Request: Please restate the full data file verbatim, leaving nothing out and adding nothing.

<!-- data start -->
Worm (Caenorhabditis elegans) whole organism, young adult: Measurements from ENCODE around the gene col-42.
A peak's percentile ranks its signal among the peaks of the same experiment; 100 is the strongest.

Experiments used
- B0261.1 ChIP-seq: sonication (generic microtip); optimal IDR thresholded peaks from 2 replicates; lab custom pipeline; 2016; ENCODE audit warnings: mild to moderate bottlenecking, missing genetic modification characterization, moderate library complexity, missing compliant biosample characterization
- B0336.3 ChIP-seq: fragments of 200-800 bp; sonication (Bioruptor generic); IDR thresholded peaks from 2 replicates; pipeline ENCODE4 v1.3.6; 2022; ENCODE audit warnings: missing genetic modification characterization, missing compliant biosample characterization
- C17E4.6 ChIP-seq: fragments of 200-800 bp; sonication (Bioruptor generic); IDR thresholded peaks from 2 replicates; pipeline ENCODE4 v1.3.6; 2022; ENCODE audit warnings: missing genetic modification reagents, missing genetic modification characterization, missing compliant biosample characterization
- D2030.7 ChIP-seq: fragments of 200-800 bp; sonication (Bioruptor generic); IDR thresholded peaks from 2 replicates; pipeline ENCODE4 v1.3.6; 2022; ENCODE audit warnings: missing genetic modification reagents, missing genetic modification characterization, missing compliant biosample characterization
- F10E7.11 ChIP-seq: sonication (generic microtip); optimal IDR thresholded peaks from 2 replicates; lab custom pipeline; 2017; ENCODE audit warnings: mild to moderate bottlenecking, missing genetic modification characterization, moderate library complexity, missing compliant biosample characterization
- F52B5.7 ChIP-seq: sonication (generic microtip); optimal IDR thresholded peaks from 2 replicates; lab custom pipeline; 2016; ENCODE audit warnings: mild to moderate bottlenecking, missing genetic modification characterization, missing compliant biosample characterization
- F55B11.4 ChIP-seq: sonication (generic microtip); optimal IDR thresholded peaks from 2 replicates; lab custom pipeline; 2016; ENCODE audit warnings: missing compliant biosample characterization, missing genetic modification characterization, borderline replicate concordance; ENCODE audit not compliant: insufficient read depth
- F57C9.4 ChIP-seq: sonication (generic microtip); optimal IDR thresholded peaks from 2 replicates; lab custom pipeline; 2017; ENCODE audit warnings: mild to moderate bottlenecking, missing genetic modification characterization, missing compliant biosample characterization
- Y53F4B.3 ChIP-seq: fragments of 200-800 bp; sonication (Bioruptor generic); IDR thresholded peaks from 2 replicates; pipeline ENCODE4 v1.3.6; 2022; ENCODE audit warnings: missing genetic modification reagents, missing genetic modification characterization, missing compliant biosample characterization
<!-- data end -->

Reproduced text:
Worm (Caenorhabditis elegans) whole organism, young adult: Measurements from ENCODE around the gene col-42.
A peak's percentile ranks its signal among the peaks of the same experiment; 100 is the strongest.

Experiments used
- B0261.1 ChIP-seq: sonication (generic microtip); optimal IDR thresholded peaks from 2 replicates; lab custom pipeline; 2016; ENCODE audit warnings: mild to moderate bottlenecking, missing genetic modification characterization, moderate library complexity, missing compliant biosample characterization
- B0336.3 ChIP-seq: fragments of 200-800 bp; sonication (Bioruptor generic); IDR thresholded peaks from 2 replicates; pipeline ENCODE4 v1.3.6; 2022; ENCODE audit warnings: missing genetic modification characterization, missing compliant biosample characterization
- C17E4.6 ChIP-seq: fragments of 200-800 bp; sonication (Bioruptor generic); IDR thresholded peaks from 2 replicates; pipeline ENCODE4 v1.3.6; 2022; ENCODE audit warnings: missing genetic modification reagents, missing genetic modification characterization, missing compliant biosample characterization
- D2030.7 ChIP-seq: fragments of 200-800 bp; sonication (Bioruptor generic); IDR thresholded peaks from 2 replicates; pipeline ENCODE4 v1.3.6; 2022; ENCODE audit warnings: missing genetic modification reagents, missing genetic modification characterization, missing compliant biosample characterization
- F10E7.11 ChIP-seq: sonication (generic microtip); optimal IDR thresholded peaks from 2 replicates; lab custom pipeline; 2017; ENCODE audit warnings: mild to moderate bottlenecking, missing genetic modification characterization, moderate library complexity, missing compliant biosample characterization
- F52B5.7 ChIP-seq: sonication (generic microtip); optimal IDR thresholded peaks from 2 replicates; lab custom pipeline; 2016; ENCODE audit warnings: mild to moderate bottlenecking, missing genetic modification characterization, missing compliant biosample characterization
- F55B11.4 ChIP-seq: sonication (generic microtip); optimal IDR thresholded peaks from 2 replicates; lab custom pipeline; 2016; ENCODE audit warnings: missing compliant biosample characterization, missing genetic modification characterization, borderline replicate concordance; ENCODE audit not compliant: insufficient read depth
- F57C9.4 ChIP-seq: sonication (generic microtip); optimal IDR thresholded peaks from 2 replicates; lab custom pipeline; 2017; ENCODE audit warnings: mild to moderate bottlenecking, missing genetic modification characterization, missing compliant biosample characterization
- Y53F4B.3 ChIP-seq: fragments of 200-800 bp; sonication (Bioruptor generic); IDR thresholded peaks from 2 replicates; pipeline ENCODE4 v1.3.6; 2022; ENCODE audit warnings: missing genetic modification reagents, missing genetic modification characterization, missing compliant biosample characterization